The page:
RTB’s fatal flaw is it’s too slow

Jonathan Mendez is CEO of Yieldbot, an intent-based ad platform.

I have some bad news for real-time bidding. The Web is getting faster, and RTB is about to be left behind.

Now, 120 milliseconds is becoming too long to make the necessary computations prior to page load that many of today’s systems have been built around. Google is making the Web faster to give it a technology advantage due to computational speed. It is likely the No. 1 advantage Google has. So if we want to look to the future of technology, we should investigate why speed is a competitive advantage.

Not everything really smart can be done in real time. In fact, the most intelligent things require too much computing power to get calculated in real time. Think about the years of training that went into the models used in IBM’s Watson. Advanced decision systems like Watson, the type that will fuel the next generation of ad serving, will require model building that will include pre-calculation to be done at the ad slot level. By the way, this is very similar to how Google figures out what ad to show in search.

The quality of the decisions these systems make is reliant on: 1) more static data sets with higher signal-to-noise ratio to help train the models and 2) the ability to learn based on outcomes. That means the most intelligent systems must use first-party data and backend data that will be looped back in real time to aid in decision intelligence.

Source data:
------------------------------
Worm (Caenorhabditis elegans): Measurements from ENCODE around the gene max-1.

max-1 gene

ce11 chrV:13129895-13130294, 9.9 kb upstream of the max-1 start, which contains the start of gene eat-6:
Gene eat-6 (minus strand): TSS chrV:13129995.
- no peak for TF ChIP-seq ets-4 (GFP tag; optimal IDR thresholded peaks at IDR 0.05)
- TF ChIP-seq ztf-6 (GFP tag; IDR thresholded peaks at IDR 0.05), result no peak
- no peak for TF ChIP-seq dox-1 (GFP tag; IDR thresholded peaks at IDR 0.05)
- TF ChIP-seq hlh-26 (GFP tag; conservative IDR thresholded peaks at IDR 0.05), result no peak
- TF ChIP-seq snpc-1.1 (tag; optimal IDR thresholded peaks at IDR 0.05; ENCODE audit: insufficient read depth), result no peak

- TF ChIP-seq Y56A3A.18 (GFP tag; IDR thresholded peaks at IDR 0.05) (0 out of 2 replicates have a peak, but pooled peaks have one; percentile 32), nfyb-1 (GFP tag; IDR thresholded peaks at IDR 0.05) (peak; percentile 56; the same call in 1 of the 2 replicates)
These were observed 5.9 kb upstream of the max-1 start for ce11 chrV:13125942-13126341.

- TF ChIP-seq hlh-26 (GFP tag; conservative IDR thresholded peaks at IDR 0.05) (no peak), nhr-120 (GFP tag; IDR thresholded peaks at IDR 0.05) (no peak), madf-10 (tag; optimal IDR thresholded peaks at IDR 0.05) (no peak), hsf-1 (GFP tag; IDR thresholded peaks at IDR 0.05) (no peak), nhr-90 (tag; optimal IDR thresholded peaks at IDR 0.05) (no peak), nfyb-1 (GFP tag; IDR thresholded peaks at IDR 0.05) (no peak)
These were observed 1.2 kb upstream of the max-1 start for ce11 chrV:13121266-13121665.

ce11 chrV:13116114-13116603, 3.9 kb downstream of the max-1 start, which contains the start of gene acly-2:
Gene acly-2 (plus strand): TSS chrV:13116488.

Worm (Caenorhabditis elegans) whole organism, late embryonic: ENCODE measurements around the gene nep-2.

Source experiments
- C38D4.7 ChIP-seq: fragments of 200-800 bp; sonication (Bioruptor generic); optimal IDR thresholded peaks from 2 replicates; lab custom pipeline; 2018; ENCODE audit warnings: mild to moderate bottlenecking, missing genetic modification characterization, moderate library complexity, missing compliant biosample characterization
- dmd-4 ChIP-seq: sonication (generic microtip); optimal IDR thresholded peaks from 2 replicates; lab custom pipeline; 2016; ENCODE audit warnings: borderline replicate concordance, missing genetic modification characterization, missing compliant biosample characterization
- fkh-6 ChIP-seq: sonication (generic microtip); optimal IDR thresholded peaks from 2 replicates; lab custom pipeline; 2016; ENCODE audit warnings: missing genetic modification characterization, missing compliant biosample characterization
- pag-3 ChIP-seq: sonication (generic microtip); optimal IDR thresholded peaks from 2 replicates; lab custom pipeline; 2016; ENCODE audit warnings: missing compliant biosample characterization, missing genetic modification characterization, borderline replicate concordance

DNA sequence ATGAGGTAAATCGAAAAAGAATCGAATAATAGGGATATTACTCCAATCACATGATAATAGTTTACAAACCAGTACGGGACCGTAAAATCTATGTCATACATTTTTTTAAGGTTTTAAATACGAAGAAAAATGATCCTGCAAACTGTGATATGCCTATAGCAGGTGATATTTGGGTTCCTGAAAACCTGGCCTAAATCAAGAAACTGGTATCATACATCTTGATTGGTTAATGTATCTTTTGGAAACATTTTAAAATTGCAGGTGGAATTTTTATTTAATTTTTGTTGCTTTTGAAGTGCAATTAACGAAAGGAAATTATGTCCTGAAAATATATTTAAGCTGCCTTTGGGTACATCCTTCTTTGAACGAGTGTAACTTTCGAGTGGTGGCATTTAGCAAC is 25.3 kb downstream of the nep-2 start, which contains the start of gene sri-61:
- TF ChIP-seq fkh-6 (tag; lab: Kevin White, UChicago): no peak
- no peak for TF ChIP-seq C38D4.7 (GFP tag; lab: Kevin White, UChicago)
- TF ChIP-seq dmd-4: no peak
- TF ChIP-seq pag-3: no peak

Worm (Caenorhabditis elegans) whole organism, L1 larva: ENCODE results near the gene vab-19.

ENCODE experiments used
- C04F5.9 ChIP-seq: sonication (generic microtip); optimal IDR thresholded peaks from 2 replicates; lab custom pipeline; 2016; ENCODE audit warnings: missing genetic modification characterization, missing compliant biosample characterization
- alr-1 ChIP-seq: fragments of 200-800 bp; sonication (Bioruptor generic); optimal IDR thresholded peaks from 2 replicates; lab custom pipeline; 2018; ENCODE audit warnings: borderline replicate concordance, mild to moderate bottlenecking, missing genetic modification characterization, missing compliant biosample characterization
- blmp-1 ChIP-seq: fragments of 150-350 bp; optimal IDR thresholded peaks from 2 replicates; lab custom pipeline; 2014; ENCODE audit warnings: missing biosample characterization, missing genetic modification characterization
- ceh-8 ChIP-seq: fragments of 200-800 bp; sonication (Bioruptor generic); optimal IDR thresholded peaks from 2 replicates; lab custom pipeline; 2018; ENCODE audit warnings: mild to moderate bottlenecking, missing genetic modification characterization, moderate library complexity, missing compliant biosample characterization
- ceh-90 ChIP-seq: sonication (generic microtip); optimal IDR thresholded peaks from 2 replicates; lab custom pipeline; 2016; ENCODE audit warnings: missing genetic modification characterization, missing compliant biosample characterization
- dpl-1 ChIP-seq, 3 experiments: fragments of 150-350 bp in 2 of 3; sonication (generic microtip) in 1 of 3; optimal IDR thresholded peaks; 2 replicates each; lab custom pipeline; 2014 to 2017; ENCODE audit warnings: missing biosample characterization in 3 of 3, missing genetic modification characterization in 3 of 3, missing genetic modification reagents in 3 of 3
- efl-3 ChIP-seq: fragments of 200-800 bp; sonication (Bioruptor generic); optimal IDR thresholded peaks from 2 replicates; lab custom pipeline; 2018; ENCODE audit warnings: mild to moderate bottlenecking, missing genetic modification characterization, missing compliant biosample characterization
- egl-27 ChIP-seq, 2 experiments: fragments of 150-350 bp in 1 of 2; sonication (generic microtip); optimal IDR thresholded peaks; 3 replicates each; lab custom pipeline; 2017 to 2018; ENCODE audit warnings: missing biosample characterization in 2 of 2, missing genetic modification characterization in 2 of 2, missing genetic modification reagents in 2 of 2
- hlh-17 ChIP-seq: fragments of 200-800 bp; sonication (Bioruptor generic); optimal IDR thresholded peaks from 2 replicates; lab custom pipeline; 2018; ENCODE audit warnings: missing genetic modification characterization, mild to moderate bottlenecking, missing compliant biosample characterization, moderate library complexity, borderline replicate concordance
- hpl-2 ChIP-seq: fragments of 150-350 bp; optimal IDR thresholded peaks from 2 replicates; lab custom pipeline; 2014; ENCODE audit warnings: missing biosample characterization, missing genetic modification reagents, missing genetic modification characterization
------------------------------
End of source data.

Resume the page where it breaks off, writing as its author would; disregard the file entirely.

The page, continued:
None of these features are part of RTB or programmatic display today. To date, RTB moves just too slowly. It is reliant on a latent data model based on previous actions or behaviors. Most RTB systems are built to determine whether to bid on the same impression that’s available on five separate exchanges. They are being built to compete decision against themselves. This is crazy.

Real-time systems of the future are going to more closely resembles site-side optimization technology — it’s worth noting that is what Criteo was built on — that do things like landing-page optimization, content recommendation and cross-sell/up sell than what makes up the majority of the Lumascape.

First-party data is the key here because the analytics and the deep learning needed for high performance require that the source and timing of the data collection be put in context. Did this person come from Google, Facebook, Twitter or Pinterest? What is their local time? What pageview are they on? What happened to the last person that clicked this ad from this page? Without that, it is impossible to expect that the application of that data can be used in the right context or timing.

These ad-serving decisions are very much user controlled — like the medium itself; thus, they are more relevant and ultimately more valuable to all parties: the consumer, the publisher and the marketer.

My favorite representative example of this is one you may not expect, Waze. Your timing and context are pulled in real time. Waze processes that to respond with helpful and useful information depending on your location, your speed and other rules. It even shows ads when you are not moving — proof there can be innovation here — but also in the long run that Google may just keep these systems cornered since they have and will always remain the core of Web monetization.


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